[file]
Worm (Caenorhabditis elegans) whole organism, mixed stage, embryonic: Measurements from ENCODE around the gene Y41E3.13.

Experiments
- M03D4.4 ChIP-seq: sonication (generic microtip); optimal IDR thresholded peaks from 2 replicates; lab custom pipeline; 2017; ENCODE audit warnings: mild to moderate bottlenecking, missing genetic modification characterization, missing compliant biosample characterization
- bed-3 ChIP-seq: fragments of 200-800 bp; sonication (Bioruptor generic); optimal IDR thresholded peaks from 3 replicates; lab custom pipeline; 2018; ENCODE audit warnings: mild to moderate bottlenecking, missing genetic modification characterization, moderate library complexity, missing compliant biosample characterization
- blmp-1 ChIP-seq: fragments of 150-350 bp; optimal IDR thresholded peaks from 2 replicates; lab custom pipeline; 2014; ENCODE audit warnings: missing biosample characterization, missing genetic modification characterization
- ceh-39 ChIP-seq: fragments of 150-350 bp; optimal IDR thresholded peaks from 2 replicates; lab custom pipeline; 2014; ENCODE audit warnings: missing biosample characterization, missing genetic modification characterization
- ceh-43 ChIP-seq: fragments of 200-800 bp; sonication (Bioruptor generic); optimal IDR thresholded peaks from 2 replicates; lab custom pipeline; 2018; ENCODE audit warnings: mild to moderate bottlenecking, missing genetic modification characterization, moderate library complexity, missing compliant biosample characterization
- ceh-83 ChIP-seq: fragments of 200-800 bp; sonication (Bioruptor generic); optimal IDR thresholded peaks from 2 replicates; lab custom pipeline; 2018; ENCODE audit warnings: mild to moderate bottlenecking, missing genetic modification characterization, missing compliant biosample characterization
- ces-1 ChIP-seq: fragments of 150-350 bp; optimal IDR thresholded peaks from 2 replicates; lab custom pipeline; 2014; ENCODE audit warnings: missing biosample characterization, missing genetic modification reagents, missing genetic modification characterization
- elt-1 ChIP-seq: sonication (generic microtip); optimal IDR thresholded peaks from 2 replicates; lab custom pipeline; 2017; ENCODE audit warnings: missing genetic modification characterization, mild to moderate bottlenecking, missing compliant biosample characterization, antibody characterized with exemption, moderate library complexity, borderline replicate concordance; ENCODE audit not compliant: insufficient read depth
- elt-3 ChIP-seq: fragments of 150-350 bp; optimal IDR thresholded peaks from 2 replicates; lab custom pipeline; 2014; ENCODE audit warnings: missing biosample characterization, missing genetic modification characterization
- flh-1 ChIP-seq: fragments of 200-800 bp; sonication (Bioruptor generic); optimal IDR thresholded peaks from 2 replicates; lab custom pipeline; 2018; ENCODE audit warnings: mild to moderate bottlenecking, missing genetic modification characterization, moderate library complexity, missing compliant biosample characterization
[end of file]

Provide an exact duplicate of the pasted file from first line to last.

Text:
Worm (Caenorhabditis elegans) whole organism, mixed stage, embryonic: Measurements from ENCODE around the gene Y41E3.13.

Experiments
- M03D4.4 ChIP-seq: sonication (generic microtip); optimal IDR thresholded peaks from 2 replicates; lab custom pipeline; 2017; ENCODE audit warnings: mild to moderate bottlenecking, missing genetic modification characterization, missing compliant biosample characterization
- bed-3 ChIP-seq: fragments of 200-800 bp; sonication (Bioruptor generic); optimal IDR thresholded peaks from 3 replicates; lab custom pipeline; 2018; ENCODE audit warnings: mild to moderate bottlenecking, missing genetic modification characterization, moderate library complexity, missing compliant biosample characterization
- blmp-1 ChIP-seq: fragments of 150-350 bp; optimal IDR thresholded peaks from 2 replicates; lab custom pipeline; 2014; ENCODE audit warnings: missing biosample characterization, missing genetic modification characterization
- ceh-39 ChIP-seq: fragments of 150-350 bp; optimal IDR thresholded peaks from 2 replicates; lab custom pipeline; 2014; ENCODE audit warnings: missing biosample characterization, missing genetic modification characterization
- ceh-43 ChIP-seq: fragments of 200-800 bp; sonication (Bioruptor generic); optimal IDR thresholded peaks from 2 replicates; lab custom pipeline; 2018; ENCODE audit warnings: mild to moderate bottlenecking, missing genetic modification characterization, moderate library complexity, missing compliant biosample characterization
- ceh-83 ChIP-seq: fragments of 200-800 bp; sonication (Bioruptor generic); optimal IDR thresholded peaks from 2 replicates; lab custom pipeline; 2018; ENCODE audit warnings: mild to moderate bottlenecking, missing genetic modification characterization, missing compliant biosample characterization
- ces-1 ChIP-seq: fragments of 150-350 bp; optimal IDR thresholded peaks from 2 replicates; lab custom pipeline; 2014; ENCODE audit warnings: missing biosample characterization, missing genetic modification reagents, missing genetic modification characterization
- elt-1 ChIP-seq: sonication (generic microtip); optimal IDR thresholded peaks from 2 replicates; lab custom pipeline; 2017; ENCODE audit warnings: missing genetic modification characterization, mild to moderate bottlenecking, missing compliant biosample characterization, antibody characterized with exemption, moderate library complexity, borderline replicate concordance; ENCODE audit not compliant: insufficient read depth
- elt-3 ChIP-seq: fragments of 150-350 bp; optimal IDR thresholded peaks from 2 replicates; lab custom pipeline; 2014; ENCODE audit warnings: missing biosample characterization, missing genetic modification characterization
- flh-1 ChIP-seq: fragments of 200-800 bp; sonication (Bioruptor generic); optimal IDR thresholded peaks from 2 replicates; lab custom pipeline; 2018; ENCODE audit warnings: mild to moderate bottlenecking, missing genetic modification characterization, moderate library complexity, missing compliant biosample characterization